IEA says today’s energy world defined by “deep disparities”

Deep disparities define today’s energy world, the International Energy Agency says, citing a variety of examples:

  • The dissonance between well-supplied oil markets and growing geopolitical tensions and uncertainties.
  • The gap between the ever-higher amounts of greenhouse gas emissions being produced and the insufficiency of stated policies to curb those emissions in line with international climate targets.
  • The gap between the promise of energy for all and the lack of electricity access for 850 million people around the world.

IEA’s newly released World Energy Outlook 2019 explores these widening fractures in detail. As ever, decisions made by governments remain critical for the future of the energy system. This is evident in the divergences between WEO scenarios that map out different routes the world could follow over the coming decades, depending on the policies, investments, technologies and other choices decision makers pursue today.

The Current Policies Scenario provides a baseline picture of how global energy systems would evolve if governments make no changes to their existing policies. In this scenario, energy demand rises by 1.3% a year to 2040, resulting in strains across all aspects of energy markets and a continued strong upward march in energy-related emissions.

The Stated Policies Scenario, formerly known as the New Policies Scenario, incorporates today’s policy intentions and targets in addition to existing measures. The future outlined in this scenario describes a world in 2040 where hundreds of millions of people still go without access to electricity, pollution-related premature deaths remain around today’s elevated levels, and CO2 emissions would lock in severe impacts from climate change.

The Sustainable Development Scenario indicates what needs to be done differently to fully achieve climate and other energy goals that policy makers around the world have set themselves. Achieving this scenario — a path fully aligned with the Paris Agreement aim of holding the rise in global temperatures to well below 2° C and pursuing efforts to limit it to 1.5° C — requires rapid and widespread changes across all parts of the energy system. Sharp emission cuts are achieved thanks to multiple fuels and technologies providing efficient and cost-effective energy services for all.

In the Stated Policies Scenario, energy demand increases by 1% per year to 2040. Low-carbon sources, led by solar PV, supply more than half of this growth, and natural gas accounts for another third. Oil demand flattens out in the 2030s, and coal use edges lower. Some parts of the energy sector, led by electricity, undergo rapid transformations. Some countries, notably those with “net zero” aspirations, go far in reshaping all aspects of their supply and consumption. However, the momentum behind clean energy is insufficient to offset the effects of an expanding global economy and growing population. The rise in emissions slows but does not peak before 2040.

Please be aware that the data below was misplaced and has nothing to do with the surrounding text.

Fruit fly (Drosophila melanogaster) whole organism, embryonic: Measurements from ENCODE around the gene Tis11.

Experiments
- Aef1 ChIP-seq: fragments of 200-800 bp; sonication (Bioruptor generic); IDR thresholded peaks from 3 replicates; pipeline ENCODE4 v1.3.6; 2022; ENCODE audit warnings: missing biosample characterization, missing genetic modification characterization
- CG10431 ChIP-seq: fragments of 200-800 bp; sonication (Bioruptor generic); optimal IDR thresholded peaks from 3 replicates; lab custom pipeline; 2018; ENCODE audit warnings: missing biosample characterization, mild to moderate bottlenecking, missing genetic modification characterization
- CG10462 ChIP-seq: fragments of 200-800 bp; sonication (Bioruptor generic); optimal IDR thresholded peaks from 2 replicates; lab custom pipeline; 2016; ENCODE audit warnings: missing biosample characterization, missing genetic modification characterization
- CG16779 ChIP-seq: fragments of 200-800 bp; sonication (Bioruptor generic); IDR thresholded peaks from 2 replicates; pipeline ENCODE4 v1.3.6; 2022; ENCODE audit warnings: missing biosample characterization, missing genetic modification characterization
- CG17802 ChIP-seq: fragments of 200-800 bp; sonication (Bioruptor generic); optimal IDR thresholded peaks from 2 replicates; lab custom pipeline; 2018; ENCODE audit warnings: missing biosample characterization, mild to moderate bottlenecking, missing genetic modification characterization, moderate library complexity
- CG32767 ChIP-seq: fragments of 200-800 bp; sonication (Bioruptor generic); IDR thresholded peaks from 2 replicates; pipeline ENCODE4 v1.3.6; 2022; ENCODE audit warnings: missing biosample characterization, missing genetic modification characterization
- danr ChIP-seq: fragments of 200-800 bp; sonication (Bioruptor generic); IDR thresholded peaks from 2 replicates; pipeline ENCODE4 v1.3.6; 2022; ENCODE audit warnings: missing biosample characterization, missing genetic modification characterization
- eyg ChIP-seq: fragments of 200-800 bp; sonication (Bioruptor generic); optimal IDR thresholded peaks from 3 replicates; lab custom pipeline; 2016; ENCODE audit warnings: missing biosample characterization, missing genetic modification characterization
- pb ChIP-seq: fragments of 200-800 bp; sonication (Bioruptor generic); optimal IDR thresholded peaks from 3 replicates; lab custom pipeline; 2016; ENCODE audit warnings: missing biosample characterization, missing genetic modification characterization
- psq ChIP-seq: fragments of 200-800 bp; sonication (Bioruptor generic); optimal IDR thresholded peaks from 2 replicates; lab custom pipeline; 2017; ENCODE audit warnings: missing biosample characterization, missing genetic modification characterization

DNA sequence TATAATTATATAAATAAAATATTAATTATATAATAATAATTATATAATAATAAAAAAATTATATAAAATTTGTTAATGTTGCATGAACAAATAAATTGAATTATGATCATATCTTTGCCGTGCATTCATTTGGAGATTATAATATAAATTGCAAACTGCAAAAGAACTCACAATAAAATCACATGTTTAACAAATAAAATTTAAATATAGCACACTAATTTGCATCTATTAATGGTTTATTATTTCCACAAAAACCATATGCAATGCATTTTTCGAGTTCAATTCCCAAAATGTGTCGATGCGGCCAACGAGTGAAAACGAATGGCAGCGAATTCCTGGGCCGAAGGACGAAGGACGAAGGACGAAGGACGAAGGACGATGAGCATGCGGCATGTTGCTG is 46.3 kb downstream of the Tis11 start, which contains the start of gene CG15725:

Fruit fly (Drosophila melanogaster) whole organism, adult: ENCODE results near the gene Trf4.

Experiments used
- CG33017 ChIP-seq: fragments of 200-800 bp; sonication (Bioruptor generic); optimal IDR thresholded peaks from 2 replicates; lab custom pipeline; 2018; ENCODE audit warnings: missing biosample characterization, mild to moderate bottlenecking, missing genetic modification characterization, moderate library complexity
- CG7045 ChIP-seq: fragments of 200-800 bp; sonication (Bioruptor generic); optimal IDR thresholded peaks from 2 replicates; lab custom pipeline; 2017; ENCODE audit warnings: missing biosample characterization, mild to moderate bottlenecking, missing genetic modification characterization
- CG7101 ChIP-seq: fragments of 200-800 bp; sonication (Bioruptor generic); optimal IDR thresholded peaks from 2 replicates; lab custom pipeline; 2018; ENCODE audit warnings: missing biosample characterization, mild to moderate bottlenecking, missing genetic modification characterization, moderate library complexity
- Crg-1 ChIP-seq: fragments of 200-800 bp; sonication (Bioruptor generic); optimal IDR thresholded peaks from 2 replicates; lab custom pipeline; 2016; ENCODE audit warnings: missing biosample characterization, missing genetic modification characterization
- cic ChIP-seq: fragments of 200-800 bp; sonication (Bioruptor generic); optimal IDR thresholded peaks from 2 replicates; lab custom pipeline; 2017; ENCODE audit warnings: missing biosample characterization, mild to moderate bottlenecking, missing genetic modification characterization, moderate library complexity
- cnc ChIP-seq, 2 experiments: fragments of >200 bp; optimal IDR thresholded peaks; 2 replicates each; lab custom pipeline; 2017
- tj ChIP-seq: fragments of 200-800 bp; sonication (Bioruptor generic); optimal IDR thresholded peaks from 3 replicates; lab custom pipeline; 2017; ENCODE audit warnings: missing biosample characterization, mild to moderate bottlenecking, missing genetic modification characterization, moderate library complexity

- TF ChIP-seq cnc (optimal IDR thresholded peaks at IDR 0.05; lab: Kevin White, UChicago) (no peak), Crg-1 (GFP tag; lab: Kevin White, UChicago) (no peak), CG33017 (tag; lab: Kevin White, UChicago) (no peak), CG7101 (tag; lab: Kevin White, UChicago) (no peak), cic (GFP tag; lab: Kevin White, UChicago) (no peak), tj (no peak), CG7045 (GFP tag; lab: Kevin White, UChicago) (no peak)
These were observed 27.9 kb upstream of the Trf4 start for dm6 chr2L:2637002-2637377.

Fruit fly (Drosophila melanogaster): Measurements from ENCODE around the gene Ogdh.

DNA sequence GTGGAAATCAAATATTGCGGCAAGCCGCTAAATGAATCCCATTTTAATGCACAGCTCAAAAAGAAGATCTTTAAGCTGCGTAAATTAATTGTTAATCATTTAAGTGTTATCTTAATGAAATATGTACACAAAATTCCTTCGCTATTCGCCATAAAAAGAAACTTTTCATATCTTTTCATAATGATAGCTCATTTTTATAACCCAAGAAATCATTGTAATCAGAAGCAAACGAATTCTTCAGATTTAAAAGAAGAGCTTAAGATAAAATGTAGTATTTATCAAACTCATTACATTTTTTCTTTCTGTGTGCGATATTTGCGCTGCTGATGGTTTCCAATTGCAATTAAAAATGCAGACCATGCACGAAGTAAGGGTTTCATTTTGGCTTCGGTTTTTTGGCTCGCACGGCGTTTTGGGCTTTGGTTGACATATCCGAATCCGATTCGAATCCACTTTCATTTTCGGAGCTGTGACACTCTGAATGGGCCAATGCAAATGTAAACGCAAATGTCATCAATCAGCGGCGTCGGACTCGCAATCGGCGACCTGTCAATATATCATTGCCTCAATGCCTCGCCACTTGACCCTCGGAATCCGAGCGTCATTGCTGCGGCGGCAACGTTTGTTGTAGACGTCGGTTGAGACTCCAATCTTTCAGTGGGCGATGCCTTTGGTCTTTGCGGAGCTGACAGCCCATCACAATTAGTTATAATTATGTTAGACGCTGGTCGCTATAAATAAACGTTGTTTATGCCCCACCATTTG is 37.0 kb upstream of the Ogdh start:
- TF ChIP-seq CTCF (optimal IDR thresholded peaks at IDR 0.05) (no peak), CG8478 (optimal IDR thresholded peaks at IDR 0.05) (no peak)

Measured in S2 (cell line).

Energy security also remains paramount for governments around the globe. Traditional risks have not gone away, and new hazards such as cybersecurity and extreme weather require constant vigilance. Meanwhile, the continued transformation of the electricity sector requires policy makers to move fast to keep pace with technological change and the rising need for the flexible operation of power systems.

A sharp pick-up in energy efficiency improvements is the element that does the most to bring the world toward the Sustainable Development Scenario. Right now, efficiency improvements are slowing: the 1.2% rate in 2018 is about half the average seen since 2010 and remains far below the 3% rate that would be needed. Electricity is one of the few energy sources that sees rising consumption over the next two decades, with electricity’s share of final consumption overtaking that of oil, today’s leader, by 2040. Wind and solar PV provide almost all the increase in electricity generation.

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